Narratology: An Introduction

By Susana Onega ; Jose Angel Garcia Landa | Go to book overview

instance and the more silent its evocation in the narrative, so undoubtedly the easier, or rather the more irresistible, each real reader's identification with or substitution for that implied instance will be. [. . .]


Notes
1.
For example, TODOROV, "'Les Catégories du Récit Littéraire,'" Communications 8 ( 1966): 146-7.
2.
On the Thousand and One Nights, see TODOROV, "'Narrative-Men,'" in The Poetics of Prose, trans. Richard Howard ( Ithaca, NY: Cornell University Press; Oxford: Blackwell, 1977): 'The record [for embedding] seems to be held by the narrative which offers us the story of the bloody chest. Here

Scheherazade tells that
Jaafer tells that
the tailor tells that
the barber tells that
his brother (and he has six brothers) tells that . . .

The last story is a story to the fifth degree' (p. 71). But the term 'embedding' does not do justice to the fact precisely that each of these stories is at a higher 'degree' than the preceding one, since its narrator is a character in the preceding one; for stories can also be 'embedded' at the same level, simply by digression, without any shift in the narrating instance: see Jacques parentheses in the Fataliste.

3.
This is what I will call the receiver of the narrative, patterned after the contrast between sender and receiver proposed by A. J. GREIMAS ( Sémantique structurale ( Paris, 1966), p. 177).
4.
Certain uses of the present tense do indeed connote temporal indefiniteness (and not simultaneousness between story and narrating), but curiously they seem reserved for very particular forms of narrative (joke, riddle, scientific problem or experiment, plot summary) and literature does not have much investment in them. The case of the 'narrative present' with preterite value is also different.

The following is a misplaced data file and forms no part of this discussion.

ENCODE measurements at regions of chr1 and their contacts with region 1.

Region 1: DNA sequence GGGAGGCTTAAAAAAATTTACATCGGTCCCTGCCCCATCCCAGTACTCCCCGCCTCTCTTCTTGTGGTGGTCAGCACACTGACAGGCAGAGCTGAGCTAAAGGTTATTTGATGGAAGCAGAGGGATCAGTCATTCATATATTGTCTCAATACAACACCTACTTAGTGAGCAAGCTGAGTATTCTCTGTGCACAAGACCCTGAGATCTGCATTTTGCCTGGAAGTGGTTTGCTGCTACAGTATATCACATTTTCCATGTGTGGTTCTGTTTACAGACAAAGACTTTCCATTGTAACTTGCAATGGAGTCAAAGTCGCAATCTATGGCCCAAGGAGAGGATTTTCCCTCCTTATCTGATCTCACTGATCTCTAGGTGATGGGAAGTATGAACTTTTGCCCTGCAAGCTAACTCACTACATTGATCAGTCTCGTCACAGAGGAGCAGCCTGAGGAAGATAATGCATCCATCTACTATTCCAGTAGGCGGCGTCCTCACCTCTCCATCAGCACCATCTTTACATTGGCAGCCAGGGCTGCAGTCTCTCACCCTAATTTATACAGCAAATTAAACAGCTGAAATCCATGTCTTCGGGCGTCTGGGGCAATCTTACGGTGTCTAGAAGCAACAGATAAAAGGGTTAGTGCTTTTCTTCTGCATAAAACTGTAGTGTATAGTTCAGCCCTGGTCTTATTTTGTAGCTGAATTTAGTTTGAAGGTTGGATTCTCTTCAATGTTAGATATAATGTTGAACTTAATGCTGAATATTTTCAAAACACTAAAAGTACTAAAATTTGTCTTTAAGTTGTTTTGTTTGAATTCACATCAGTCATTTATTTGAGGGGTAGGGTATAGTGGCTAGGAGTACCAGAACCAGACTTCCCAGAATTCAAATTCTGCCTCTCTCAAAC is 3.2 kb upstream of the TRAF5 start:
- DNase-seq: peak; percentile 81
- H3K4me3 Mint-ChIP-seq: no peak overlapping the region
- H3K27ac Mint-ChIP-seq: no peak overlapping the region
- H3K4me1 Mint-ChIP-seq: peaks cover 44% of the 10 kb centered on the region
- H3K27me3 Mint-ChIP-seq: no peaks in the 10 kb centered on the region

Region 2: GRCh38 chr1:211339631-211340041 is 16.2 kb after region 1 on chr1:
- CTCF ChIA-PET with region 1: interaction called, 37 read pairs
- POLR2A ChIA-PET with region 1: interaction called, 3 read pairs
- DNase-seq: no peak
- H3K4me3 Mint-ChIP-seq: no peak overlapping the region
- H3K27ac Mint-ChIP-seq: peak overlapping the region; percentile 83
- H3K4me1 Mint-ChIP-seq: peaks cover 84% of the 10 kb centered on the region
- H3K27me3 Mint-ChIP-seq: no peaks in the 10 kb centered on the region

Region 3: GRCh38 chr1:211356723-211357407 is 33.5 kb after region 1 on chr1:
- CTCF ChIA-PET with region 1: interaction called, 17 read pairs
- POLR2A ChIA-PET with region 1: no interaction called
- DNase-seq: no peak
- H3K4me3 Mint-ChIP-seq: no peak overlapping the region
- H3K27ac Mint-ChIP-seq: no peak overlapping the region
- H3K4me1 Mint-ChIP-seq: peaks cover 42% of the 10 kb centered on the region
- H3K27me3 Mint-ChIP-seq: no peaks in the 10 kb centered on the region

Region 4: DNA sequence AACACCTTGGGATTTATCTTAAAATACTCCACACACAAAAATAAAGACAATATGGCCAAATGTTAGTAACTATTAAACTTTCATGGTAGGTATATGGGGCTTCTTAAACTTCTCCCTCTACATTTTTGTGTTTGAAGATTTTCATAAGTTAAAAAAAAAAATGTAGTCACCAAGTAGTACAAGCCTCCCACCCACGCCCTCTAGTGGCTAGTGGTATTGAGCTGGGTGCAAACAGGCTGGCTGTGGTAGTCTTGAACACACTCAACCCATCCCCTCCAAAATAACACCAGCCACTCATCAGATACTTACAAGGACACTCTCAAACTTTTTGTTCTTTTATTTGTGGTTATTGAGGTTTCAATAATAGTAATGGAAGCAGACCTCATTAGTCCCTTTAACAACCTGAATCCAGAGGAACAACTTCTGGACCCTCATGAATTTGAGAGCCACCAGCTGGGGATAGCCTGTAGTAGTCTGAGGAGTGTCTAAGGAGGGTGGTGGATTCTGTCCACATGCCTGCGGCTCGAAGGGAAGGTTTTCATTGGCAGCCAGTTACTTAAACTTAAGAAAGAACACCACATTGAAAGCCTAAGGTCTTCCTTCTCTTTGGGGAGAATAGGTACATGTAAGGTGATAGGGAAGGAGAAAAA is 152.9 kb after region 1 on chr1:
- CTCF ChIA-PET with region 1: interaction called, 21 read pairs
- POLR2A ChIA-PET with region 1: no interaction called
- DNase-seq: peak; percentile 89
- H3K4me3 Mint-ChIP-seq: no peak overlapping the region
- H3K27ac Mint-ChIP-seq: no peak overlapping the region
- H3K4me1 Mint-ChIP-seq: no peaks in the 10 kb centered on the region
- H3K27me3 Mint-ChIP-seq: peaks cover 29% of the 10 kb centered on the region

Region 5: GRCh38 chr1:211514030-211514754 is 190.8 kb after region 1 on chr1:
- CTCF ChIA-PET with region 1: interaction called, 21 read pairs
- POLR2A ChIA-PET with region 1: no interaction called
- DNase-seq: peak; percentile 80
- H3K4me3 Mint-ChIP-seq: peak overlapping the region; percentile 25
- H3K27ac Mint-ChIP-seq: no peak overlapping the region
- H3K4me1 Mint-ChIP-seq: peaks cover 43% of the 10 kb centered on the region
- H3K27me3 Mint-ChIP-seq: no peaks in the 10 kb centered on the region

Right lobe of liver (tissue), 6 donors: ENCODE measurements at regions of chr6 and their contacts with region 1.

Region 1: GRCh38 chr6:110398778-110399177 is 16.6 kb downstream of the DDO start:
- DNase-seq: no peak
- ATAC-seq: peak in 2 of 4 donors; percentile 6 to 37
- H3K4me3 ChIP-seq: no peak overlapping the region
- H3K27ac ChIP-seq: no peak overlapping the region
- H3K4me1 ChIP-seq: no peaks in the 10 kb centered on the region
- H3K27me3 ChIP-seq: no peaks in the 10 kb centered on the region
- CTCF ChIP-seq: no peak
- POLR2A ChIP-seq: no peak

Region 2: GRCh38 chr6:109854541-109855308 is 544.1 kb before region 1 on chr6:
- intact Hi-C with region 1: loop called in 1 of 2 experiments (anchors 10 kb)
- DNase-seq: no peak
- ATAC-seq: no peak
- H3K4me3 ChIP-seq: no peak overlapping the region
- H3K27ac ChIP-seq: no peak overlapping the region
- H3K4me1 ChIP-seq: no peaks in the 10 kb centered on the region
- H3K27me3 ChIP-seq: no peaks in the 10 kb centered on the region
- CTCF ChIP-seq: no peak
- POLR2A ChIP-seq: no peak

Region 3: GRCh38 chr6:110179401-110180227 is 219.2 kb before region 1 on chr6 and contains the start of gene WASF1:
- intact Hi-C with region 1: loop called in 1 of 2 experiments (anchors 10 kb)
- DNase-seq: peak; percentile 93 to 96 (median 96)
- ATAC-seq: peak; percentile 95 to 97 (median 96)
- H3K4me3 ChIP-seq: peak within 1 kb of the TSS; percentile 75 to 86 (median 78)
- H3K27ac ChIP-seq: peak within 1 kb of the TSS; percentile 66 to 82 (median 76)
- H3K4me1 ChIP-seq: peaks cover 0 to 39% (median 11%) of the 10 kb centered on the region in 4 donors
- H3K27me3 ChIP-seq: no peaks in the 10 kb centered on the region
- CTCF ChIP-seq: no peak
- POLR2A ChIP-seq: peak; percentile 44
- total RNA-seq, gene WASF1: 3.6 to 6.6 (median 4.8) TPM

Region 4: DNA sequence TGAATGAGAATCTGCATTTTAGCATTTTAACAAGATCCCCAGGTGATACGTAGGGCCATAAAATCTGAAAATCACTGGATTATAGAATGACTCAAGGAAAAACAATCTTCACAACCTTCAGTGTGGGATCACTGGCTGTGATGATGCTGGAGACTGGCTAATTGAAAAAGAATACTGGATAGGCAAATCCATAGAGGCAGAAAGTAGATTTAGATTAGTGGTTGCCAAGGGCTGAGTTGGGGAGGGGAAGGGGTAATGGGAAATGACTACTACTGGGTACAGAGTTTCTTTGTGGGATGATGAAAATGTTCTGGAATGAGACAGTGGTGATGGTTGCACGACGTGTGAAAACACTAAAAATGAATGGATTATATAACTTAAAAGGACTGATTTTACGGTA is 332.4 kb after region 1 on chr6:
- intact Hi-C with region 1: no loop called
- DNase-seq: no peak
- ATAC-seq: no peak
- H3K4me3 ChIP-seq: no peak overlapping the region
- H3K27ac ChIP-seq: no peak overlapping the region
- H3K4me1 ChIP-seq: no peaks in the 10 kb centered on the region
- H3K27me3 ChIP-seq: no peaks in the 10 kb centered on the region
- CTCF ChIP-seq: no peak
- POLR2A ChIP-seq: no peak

5.
I borrow the term 'predictive' from TODOROV, Grammaire du Décaméron ( The Hague, 1969), p. 48, to designate any kind of narrative where the narrating precedes the story.
6.
Radio or television reporting is obviously the most perfectly live form of this kind of narrative, where the narrating follows so closely on the action that it can be considered practically simultaneous, whence the use of the present tense. We find a curious literary use of simultaneous narrative in chapter 29 of Ivanhoe, where Rebecca is telling the wounded Ivanhoe all about the battle taking place at the foot of the castle, a battle she is following from the window.
7.
All written in the present tense except Le Voyeur, whose temporal system, as we know, is more complex.
8.
The Spanish picaresque seems to form a notable exception to this 'rule,' at any rate Lazarillo, which ends in suspense ('It was the time of my prosperity, and I

-187-

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